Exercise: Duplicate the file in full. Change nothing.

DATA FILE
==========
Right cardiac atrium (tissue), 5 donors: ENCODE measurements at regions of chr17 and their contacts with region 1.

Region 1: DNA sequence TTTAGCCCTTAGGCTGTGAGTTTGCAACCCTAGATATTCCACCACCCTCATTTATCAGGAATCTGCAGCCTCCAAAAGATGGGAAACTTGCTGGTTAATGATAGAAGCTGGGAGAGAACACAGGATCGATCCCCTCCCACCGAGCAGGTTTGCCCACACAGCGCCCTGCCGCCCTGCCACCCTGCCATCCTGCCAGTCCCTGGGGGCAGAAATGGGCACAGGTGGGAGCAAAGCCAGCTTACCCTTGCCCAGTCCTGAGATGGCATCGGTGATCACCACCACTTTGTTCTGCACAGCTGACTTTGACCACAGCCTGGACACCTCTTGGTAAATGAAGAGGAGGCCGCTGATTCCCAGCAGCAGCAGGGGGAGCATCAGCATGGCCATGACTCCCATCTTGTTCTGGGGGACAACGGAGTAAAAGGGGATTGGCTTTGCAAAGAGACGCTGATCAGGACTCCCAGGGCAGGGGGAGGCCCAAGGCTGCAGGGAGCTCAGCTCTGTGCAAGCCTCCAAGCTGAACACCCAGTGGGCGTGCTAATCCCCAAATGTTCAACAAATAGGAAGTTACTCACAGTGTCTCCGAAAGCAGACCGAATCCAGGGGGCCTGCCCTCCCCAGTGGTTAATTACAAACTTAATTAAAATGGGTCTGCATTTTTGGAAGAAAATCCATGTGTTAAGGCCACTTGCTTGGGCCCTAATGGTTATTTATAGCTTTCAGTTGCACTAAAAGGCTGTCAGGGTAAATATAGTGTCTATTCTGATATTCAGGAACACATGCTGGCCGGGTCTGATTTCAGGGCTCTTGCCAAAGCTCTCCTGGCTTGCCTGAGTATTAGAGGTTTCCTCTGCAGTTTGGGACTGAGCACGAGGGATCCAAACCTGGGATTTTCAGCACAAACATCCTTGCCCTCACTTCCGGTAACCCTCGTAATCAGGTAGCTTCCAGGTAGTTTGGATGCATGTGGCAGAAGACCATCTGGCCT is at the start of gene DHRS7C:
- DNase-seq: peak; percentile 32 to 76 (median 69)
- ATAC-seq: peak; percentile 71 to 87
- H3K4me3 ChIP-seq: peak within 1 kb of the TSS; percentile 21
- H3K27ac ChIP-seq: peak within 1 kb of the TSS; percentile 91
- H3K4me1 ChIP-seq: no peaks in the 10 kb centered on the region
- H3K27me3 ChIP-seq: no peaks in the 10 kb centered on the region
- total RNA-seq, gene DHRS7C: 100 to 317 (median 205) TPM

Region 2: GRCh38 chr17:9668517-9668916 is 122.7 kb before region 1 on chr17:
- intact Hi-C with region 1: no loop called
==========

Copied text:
Right cardiac atrium (tissue), 5 donors: ENCODE measurements at regions of chr17 and their contacts with region 1.

Region 1: DNA sequence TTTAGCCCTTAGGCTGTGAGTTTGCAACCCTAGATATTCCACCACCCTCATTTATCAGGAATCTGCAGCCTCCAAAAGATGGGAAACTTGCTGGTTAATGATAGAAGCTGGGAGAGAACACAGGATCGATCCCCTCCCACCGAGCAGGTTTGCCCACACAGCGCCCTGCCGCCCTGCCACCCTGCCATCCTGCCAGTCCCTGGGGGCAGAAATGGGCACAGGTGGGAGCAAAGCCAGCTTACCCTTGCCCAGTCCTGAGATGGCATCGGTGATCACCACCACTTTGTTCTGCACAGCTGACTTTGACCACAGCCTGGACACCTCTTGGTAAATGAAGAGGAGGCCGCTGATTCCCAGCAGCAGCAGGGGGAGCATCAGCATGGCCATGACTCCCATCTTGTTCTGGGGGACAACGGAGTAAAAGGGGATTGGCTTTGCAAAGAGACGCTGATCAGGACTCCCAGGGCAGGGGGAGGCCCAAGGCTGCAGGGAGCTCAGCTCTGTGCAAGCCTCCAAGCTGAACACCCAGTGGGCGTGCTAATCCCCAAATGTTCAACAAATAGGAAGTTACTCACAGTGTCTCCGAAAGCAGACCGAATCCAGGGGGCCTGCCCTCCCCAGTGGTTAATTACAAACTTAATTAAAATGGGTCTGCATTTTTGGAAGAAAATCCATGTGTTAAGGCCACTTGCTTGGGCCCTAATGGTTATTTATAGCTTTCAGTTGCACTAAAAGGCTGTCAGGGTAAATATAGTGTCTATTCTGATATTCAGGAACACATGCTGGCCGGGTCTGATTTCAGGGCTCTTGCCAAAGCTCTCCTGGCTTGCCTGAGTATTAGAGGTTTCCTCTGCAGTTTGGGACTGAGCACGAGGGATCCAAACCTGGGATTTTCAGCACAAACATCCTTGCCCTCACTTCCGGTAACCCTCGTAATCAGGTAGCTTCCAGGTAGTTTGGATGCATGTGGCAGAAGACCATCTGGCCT is at the start of gene DHRS7C:
- DNase-seq: peak; percentile 32 to 76 (median 69)
- ATAC-seq: peak; percentile 71 to 87
- H3K4me3 ChIP-seq: peak within 1 kb of the TSS; percentile 21
- H3K27ac ChIP-seq: peak within 1 kb of the TSS; percentile 91
- H3K4me1 ChIP-seq: no peaks in the 10 kb centered on the region
- H3K27me3 ChIP-seq: no peaks in the 10 kb centered on the region
- total RNA-seq, gene DHRS7C: 100 to 317 (median 205) TPM

Region 2: GRCh38 chr17:9668517-9668916 is 122.7 kb before region 1 on chr17:
- intact Hi-C with region 1: no loop called